• David Parker

20 ideas to market your small business

Many small business owners dive right into marketing tactics and then get overwhelmed or confused. It then becomes difficult to know what's working and what's not.


If you have experienced a slowing of growth, this might be a cause for concern, but this can actually give you a little breathing space to take stock, consolidate your progress and think about the steps you can take to reach your next goal.


In this blog, we’ll take a quick look at just some of the many different ways you can promote your business. With the right mix of these small business marketing techniques, you’ll be able to take control of your marketing and be on a better track to achieve your goals.


Marketing planning

Rather than diving straight in, take some time to really consider who your ideal customer is, where they are, how they think and feel, what problems or desires they have, how you can reach them and with what messaging. These are the simple steps you can take.


1. Create a marketing plan


A marketing plan will outline the details of your overall marketing, including your marketing goals and the resources you’ll use to achieve them. Your marketing plan should explore how you’ll achieve your goals for the next 6–12 months and be reviewed regularly.


2. Conduct market research

You’re probably doing a bit of market research, such as chatting with customers and looking at what your competitors are doing, already.


However, to really understand your market, you should also collect information that gives you more information on:

  • who your customers are

  • where they buy the products and services you offer

  • where they’re located

  • what motivates them

  • where they go to research your products and services

  • who influences them

  • what outcome are they looking for

  • what challenges they face

  • what factors influence their buying decisions

Once you understand all this and your customers’ motivations and problems, you can think about how you can speak directly to them at the right place and at the right time.


3. Get your value proposition sorted

Your value proposition is a simple statement that explains why your customers should buy from you and not the competition. This is the message you want to communicate to your customers in your marketing campaigns. It's important to consider the outcome and benefit for the customer and not the features of your product or service -they can get that anywhere.


4. Set your goals and objectives


The goal of any small business marketing strategy is to communicate the benefits of your product or service to your target audience. But setting more specific goals is the key to measuring the success of your marketing efforts and achieving your business’s objectives. An example of a business objective could be to generate more leads. However, this should always be 'SMART' Specific, measurable, achievable, relevant, timed/targeted. For example. You want to increase the number of leads from your website by 10% over a 6 month period.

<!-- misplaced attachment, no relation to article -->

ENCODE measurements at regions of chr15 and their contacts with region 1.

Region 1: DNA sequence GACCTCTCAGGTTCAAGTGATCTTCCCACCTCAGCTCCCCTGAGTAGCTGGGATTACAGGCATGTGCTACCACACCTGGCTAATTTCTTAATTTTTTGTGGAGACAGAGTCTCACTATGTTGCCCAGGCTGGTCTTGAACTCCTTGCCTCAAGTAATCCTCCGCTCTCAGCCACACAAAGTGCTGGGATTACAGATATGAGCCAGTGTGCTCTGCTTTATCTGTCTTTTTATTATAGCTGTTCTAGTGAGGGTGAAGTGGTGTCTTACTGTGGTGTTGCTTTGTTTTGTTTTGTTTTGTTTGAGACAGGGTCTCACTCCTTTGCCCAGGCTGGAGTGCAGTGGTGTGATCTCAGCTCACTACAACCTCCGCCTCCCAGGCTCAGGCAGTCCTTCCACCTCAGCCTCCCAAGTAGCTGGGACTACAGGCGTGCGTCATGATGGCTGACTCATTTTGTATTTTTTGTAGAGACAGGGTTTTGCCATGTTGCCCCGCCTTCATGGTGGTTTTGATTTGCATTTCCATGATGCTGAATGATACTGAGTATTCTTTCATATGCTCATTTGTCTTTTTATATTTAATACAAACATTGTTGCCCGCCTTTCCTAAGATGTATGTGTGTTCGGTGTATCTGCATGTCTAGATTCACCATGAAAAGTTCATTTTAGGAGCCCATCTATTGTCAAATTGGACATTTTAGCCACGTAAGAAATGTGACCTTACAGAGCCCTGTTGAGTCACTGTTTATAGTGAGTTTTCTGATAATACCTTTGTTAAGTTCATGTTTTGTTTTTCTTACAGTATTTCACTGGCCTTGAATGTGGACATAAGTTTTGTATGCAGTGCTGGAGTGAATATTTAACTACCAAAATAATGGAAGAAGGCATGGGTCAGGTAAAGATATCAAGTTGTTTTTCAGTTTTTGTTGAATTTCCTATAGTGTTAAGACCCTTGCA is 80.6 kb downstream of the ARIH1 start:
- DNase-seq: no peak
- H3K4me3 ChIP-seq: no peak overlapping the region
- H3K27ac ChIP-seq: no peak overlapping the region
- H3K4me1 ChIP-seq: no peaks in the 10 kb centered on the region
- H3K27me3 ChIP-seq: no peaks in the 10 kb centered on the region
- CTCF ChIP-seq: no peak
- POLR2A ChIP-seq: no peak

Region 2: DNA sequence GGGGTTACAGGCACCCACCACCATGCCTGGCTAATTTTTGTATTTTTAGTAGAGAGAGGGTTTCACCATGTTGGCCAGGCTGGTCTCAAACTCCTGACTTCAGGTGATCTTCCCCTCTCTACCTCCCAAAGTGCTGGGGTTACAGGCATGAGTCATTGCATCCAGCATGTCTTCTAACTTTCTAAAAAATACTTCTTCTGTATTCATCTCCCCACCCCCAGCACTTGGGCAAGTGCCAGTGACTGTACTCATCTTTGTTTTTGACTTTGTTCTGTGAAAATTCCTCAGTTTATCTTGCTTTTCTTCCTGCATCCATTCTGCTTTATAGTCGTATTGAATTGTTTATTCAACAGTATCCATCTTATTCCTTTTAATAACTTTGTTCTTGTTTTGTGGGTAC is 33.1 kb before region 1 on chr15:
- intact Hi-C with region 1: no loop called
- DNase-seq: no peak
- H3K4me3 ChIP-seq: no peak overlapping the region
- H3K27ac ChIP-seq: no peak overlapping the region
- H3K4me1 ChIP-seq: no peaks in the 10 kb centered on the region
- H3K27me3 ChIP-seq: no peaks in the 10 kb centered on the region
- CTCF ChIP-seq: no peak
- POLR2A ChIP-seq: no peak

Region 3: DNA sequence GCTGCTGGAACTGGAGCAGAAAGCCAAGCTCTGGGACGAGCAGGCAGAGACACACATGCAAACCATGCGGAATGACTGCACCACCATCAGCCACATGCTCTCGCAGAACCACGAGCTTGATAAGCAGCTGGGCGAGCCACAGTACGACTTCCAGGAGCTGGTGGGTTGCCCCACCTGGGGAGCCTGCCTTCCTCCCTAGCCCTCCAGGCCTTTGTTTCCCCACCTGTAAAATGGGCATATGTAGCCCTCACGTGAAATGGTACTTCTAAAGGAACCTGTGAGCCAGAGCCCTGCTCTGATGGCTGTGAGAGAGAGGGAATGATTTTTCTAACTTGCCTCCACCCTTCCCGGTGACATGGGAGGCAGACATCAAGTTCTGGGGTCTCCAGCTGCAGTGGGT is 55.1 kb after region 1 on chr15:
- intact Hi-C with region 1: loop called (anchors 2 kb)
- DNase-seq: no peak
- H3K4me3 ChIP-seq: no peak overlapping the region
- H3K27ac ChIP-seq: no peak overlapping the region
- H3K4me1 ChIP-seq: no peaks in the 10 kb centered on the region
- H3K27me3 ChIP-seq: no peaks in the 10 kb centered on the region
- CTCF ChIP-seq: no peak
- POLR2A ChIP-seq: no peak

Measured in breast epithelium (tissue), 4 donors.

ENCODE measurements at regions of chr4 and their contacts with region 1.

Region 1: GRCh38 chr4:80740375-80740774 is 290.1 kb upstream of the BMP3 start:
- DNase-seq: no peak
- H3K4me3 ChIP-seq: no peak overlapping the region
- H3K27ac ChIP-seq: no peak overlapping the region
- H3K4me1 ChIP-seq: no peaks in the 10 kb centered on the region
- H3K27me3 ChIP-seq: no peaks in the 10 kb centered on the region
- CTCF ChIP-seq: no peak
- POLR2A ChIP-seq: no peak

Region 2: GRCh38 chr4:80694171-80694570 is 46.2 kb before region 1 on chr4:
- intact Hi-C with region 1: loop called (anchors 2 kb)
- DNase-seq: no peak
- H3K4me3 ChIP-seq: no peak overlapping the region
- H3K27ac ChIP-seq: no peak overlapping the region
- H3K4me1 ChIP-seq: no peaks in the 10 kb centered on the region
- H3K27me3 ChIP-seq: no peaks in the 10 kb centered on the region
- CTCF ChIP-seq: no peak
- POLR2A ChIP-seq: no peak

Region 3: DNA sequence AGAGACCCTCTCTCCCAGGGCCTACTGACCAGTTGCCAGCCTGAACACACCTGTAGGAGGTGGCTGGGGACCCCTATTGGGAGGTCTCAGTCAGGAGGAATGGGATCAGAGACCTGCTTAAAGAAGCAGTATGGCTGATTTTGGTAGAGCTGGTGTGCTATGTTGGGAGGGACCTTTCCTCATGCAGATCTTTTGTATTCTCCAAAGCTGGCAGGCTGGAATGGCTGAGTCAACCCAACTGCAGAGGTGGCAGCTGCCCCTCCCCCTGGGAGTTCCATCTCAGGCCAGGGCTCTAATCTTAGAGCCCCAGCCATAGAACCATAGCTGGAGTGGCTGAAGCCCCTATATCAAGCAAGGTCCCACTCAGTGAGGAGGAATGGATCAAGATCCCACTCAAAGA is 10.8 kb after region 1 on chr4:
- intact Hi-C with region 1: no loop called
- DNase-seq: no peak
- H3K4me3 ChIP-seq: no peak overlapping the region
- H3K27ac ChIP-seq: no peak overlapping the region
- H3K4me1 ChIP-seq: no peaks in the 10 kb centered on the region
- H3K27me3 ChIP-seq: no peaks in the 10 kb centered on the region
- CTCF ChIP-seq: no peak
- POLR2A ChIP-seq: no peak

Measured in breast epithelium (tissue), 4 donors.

5. Refine your target audience(s)

Your target audience is the group of customers most interested in your content, products or services. The better you understand them, their characteristics and the challenges they face, the more focused your marketing efforts will be.


6. Create effective marketing messages for each target group

Once you know who your customers are, you can create marketing messages that speak directly to them. Each target group will share common characteristics such as demographics or behaviours. It is these characteristics that your messages should appeal to.


Essential small business marketing materials

Once you have your marketing plan in place, there are a few essentials that just about every business should have.


7. A professional website and blog

A professional website that’s easy to use and looks the part is one of the most important marketing assets for any business. It can raise brand awareness, generate leads and boost sales over the longer term. A blog allows you to talk directly to your customers and establish credibility in your marketplace. Your blog content should reflect the problems and questions your target customer is asking and wants solving.


8. Business cards

Business cards might seem a bit old-hat, but they’re inexpensive, easy to hand out and help to build trust. The new digital cards/apps are excellent.


9. Social media

Social media is something most small businesses cannot do without - even if it's for social proof. It takes time and effort to build up a following, but once you’ve achieved this, social media can be a powerful marketing tool.


10. Branded email footer

Optimising your email footer with graphics, interactive elements and an engaging message can help you build your business’s personality and create a lasting impression. It can be updated whenever you wish and feed important content to your contacts and customers.


Marketing strategies for small businesses


11. Networking

Digital marketing gets a lot of the attention these days, but when it comes to building relationships, nothing beats meeting people face to face. Joining local networking events, renting space at a trade show and speaking at conferences are all effective ways to generate leads and grow your business. Even better, do a combination of the 2.


12. Direct mail

Direct mail has a much higher success rate than email marketing. Having a targeted list of recipients and including free samples, special offers, thank you cards, inserts and vouchers in your mail will increase the success of your campaign and be more memorable.


13. Advertising

Despite what many business owners think, marketing is not advertising. Advertising can be expensive, so it’s worth doing some research to find out what works best and if it is necessary.